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Homework Help: Speed Average Velocity Change Question

  1. Sep 30, 2006 #1
    This is my first post here, I am going for high college physics, this is my second physics class in my life. (One in highschool and this is Physics 100 -- Survey of Physics.)

    We do all our homework online, so here's the first one..

    A person walks first at a constant speed of 3.40 m/s along a straight line from Point A to Point B and then back along the line from B to A at a constant speed of 5.60 m/s. What is

    (a) her average speed over the entire trip?

    For average I simply did 3.4+5.6 = 9 Then I did 9/2 (Two different speeds) and I got 4.5.. but for some reason it's showing up wrong on my webassign. Is there something small I'm missing? Any help would be appreciated.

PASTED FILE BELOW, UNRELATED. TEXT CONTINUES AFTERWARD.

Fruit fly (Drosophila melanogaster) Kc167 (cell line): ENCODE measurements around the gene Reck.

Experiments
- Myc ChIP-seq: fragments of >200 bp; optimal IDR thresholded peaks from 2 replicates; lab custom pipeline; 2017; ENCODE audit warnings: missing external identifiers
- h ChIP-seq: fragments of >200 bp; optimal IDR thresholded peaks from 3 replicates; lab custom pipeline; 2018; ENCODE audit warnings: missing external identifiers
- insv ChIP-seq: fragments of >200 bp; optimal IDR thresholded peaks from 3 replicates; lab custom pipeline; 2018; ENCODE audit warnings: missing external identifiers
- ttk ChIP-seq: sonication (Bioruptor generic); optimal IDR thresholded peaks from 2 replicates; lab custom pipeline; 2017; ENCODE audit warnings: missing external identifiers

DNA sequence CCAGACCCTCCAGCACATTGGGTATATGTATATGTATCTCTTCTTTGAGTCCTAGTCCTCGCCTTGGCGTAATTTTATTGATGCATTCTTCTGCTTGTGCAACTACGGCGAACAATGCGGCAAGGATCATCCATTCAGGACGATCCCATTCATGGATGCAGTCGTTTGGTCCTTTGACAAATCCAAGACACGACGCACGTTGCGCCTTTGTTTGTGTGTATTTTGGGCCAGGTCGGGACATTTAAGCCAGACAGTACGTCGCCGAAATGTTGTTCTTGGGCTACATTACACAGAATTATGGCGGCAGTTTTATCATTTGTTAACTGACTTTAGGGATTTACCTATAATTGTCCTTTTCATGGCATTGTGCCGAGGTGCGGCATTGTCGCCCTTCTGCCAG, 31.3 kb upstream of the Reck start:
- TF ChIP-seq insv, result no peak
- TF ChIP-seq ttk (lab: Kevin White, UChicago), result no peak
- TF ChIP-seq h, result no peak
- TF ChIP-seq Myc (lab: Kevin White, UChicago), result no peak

Second Question

    A sky diver, with parachute unopened, falls 625 m in 15.0 s. Then she opens her parachute and falls another 358 m in 168 s. What is her average velocity (both magnitude and direction) for the entire fall?

    So for the free fall v = (a)(t) and because a = g in this instance I did v = (9.8)(15.0) = 147 m/s

    So for the free fall velocity = 147

    The second part is confusing, The parachute is open so a != 9.8 because of the wind drag on the chute, does a = 1/2gt^2? Cause if it does I think I can figure it out.

    Thanks for your help in advance.
  2. jcsd
  3. Sep 30, 2006 #2

    Doc Al